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Expert Rev Cardiovasc Ther. 2008 Jul;6(6):823-32. doi: 10.1586/14779072.6.6.823.

Implantable rhythm devices and electromagnetic interference: myth or reality?

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  • 1Electrophysiology Service, Department of Cardiology, Montreal Heart Institute, University of Montreal, Montreal, Canada.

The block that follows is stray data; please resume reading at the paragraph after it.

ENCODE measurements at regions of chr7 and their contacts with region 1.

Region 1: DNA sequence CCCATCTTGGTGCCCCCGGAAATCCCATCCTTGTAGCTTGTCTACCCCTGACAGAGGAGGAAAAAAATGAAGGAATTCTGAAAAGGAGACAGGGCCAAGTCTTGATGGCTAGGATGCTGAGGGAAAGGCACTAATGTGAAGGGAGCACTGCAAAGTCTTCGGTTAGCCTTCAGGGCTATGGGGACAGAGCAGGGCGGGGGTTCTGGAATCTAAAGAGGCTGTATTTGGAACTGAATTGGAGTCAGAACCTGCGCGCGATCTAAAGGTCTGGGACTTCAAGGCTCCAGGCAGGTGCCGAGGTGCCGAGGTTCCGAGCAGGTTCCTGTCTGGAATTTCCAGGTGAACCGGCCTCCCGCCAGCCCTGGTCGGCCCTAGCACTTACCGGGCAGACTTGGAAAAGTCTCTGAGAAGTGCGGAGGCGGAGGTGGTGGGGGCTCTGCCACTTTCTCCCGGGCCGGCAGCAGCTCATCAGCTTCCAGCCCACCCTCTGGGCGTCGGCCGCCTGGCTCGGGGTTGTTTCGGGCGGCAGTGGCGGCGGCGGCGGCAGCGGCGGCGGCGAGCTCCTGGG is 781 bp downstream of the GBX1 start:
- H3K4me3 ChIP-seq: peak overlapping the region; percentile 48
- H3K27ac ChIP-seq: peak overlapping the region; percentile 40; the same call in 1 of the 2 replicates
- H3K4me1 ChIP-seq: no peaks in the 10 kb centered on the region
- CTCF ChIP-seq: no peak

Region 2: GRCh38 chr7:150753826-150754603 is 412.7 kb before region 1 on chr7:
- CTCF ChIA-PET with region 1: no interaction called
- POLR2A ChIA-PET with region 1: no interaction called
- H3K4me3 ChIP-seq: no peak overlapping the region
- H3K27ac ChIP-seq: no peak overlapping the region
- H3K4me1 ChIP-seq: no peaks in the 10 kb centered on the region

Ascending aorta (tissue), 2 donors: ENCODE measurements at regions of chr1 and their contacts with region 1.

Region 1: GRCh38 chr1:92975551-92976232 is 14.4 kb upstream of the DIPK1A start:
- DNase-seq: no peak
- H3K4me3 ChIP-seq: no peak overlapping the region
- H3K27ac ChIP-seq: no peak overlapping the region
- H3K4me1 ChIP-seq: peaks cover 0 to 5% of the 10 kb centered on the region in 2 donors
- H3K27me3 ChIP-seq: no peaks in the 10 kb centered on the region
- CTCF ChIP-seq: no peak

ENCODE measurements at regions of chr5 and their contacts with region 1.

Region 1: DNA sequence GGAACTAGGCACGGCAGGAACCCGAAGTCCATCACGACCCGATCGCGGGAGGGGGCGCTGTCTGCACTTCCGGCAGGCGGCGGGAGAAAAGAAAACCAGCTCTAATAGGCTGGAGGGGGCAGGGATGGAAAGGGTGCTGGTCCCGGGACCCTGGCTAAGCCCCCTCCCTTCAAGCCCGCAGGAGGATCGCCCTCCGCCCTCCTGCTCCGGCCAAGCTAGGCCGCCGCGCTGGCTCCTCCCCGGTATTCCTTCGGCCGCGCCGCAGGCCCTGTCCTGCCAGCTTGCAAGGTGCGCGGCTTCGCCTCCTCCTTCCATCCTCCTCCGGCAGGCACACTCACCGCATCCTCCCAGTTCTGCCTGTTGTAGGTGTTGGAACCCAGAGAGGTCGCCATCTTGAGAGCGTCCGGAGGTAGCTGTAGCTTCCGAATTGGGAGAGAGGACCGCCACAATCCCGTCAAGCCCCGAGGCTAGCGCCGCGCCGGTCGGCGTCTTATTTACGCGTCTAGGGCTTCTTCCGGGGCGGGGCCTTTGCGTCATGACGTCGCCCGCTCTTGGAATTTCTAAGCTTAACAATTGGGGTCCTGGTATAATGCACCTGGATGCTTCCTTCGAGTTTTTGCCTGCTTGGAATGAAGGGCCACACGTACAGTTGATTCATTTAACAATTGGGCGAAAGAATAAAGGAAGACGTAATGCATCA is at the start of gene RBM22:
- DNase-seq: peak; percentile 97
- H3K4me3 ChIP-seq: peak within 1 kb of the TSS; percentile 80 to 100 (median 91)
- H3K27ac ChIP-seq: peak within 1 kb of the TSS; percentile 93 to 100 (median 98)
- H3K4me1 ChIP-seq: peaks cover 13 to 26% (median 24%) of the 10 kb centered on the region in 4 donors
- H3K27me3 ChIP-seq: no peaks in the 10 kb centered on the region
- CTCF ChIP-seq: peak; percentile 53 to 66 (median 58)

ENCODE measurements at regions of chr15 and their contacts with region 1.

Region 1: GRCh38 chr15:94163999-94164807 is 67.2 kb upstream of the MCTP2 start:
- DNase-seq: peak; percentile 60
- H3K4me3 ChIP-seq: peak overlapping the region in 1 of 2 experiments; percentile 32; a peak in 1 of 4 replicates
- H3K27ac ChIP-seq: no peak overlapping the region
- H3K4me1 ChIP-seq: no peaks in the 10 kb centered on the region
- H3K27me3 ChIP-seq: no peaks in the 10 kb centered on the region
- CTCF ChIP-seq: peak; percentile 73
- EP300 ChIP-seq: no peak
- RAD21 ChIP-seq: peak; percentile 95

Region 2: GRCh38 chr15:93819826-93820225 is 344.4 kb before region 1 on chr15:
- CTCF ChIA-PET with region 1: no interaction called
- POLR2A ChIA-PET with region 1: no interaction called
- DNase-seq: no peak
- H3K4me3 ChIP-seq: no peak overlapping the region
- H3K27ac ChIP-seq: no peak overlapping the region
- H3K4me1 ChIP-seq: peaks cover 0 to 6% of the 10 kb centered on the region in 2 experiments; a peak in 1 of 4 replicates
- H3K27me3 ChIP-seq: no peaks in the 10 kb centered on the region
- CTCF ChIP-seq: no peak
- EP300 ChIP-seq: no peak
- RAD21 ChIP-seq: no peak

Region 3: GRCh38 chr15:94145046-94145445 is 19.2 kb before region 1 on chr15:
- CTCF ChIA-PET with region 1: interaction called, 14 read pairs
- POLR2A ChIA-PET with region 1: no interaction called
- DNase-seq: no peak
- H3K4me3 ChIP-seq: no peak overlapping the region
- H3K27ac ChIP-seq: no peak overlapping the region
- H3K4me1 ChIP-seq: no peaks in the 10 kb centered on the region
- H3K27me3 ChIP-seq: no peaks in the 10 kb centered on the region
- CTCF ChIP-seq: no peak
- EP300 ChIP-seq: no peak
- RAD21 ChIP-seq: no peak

Current medical guidelines have prompted implementation of increasing numbers of implantable rhythm devices, be they pacemakers, internal cardioverter-defibrillators or loop recorders. These devices rely on complex microcircuitry and use electromagnetic waves for communication. They are, therefore, susceptible to interference from surrounding electromagnetic radiation and magnetic energy. Hermetic shielding in metallic cases, filters, interference rejection circuits and bipolar sensing have contributed to their relative resistance to electromagnetic interference (EMI) in household and workplace environments. Device interactions have occurred in hospitals where EMI sources are ubiquitous, including radiation, electrocautery and MRI exposures. However, with rapidly evolving technology, devices and potential sources of EMI continue to change. This review provides a contemporary overview of the current state of knowledge regarding risks attributable to EMI; highlights current limitations of implantable rhythm devices; and attempts to distinguish myths from realities.

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